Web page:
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My Pet Got Sprayed by a Skunk, What Do I Do?

Skunks are notorious for their anal scent glands, which they can use as a defensive weapon. Skunks have two glands, one on each side of the anus. These glands produce the skunk’s spray, which is a mixture of sulphur-containing chemicals (thiols), which have an offensive odour. A skunk’s spray is powerful enough to ward off bears and other potential attackers.

The smell aside, the spray can cause irritation and even temporary blindness. Unfortunately, our pets often get sprayed right in the face, so the first thing you should do if you think your pet got sprayed by a skunk is check their eyes if they look red or irritated flush them with cool water.

Due to the chemical composition of the spray, most household remedies are ineffective and simple soap, and water won’t get rid of the stink. The oily compound smells bad enough as it is, but when it mixes with water, a chemical reaction makes the odour even more pronounced, so any effort to wash off the spray can easily backfire.

To fully banish the smell, you need to alter the chemical makeup of the thiols. There are several commercial shampoos and solutions available on the market, but their formulas are usually kept secret and results vary a lot from case to case. Some people have good experiences with some products, but none of them seem to be 100% effective in getting rid of the stink. If you want to try one of these products it is important to follow the label instructions properly. And for cat parents out there, make sure the product is safe for use on cats before trying it out.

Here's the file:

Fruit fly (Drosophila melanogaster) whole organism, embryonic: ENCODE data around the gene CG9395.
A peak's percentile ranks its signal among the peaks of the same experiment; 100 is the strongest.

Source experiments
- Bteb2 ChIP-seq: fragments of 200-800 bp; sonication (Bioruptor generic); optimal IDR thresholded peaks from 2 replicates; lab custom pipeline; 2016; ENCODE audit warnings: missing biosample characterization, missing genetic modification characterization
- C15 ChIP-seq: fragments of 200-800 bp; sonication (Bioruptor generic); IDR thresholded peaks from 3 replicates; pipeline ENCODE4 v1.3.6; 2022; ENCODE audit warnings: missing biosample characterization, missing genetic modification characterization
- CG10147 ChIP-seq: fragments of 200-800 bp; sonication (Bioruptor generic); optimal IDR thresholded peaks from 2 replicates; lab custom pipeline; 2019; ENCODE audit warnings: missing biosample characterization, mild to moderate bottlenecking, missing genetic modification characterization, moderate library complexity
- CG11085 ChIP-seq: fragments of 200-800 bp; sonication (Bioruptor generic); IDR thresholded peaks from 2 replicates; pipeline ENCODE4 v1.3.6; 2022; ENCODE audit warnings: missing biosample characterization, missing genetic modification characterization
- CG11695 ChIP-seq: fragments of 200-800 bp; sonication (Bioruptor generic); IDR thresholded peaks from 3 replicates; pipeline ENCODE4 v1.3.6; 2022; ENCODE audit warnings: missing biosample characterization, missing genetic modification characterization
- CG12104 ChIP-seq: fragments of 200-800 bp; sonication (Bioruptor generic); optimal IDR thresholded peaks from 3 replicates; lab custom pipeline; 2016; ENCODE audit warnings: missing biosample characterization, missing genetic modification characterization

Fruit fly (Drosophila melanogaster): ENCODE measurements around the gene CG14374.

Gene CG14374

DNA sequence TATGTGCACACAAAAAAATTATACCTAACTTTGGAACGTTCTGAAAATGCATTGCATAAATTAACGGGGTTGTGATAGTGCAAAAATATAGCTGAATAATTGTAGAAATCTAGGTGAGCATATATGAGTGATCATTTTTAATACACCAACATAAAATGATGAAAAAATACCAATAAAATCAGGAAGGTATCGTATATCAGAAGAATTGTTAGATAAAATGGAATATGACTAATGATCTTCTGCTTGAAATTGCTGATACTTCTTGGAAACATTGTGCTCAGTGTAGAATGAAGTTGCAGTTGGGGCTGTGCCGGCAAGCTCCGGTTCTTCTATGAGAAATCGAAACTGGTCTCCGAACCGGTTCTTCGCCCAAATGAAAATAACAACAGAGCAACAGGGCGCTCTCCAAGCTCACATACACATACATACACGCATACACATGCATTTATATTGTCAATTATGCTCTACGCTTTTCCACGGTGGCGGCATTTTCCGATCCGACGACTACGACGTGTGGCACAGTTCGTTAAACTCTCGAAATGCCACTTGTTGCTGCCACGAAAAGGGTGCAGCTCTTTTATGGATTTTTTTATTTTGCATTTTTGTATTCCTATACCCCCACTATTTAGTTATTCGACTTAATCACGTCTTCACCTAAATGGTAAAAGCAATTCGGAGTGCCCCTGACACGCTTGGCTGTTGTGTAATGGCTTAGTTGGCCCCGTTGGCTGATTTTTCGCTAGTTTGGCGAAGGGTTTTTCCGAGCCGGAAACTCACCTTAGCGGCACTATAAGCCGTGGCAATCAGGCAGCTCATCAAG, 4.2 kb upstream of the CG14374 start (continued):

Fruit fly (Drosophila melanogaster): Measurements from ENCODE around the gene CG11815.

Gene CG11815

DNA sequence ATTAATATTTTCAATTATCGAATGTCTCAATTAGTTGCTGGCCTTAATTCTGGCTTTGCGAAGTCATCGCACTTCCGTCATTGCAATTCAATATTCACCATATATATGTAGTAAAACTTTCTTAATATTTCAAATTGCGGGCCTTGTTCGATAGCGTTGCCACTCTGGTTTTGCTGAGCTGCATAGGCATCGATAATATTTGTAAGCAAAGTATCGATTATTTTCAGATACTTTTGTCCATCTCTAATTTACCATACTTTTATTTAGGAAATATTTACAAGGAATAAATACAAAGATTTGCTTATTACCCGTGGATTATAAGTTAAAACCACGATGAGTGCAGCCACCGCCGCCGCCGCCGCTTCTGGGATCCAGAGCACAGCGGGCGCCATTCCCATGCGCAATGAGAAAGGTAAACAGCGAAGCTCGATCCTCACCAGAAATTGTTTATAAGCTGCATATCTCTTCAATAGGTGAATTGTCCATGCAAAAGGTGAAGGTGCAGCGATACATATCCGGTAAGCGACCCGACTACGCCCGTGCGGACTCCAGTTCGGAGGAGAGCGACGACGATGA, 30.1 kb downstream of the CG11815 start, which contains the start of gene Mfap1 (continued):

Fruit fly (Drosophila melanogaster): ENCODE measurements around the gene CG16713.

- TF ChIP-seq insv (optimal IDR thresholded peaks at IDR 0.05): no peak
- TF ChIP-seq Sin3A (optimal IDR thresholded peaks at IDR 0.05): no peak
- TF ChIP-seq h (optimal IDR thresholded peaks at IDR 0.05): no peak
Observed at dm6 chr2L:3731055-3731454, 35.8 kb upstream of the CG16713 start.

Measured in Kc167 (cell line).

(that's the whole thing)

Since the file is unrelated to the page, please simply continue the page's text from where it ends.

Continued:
The Humane Society of the United States recommends treating dogs using a mixture of dilute hydrogen peroxide (3%), baking soda, and dishwashing liquid following this recipe:

  • 1 quart of 3% hydrogen peroxide (available at any drugstore)
  • ¼ cup of baking soda (sodium bicarbonate)
  • 1 teaspoon of liquid dishwashing soap

Rub this solution into your pet’s dry coat, being careful not to get the cleaning solution into the pet’s eyes. Let the cleaner/deodorizer sit on the coat for 20 minutes. Rinse thoroughly with water and then shampoo as normal. Repeat all steps if necessary.

And pro tip, this is best done outside because it will get messy!

Written by Natalia, RVT


How to help injured and orphaned wild animals

Below are a few suggestions should you come across injured or orphaned wildlife.  First, you need to determine if the wild animal is indeed injured or abandoned without putting yourself in harm’s way. Try not to have too much contact with the animal or to disturb the surroundings. If you are unsure, it is best that you leave it be and call a wildlife specialist to notify them about the animal and its location. Certain animals like rabbits and deer often leave their young alone for long periods throughout the day. If it appears healthy and well, do not disturb the animal. 

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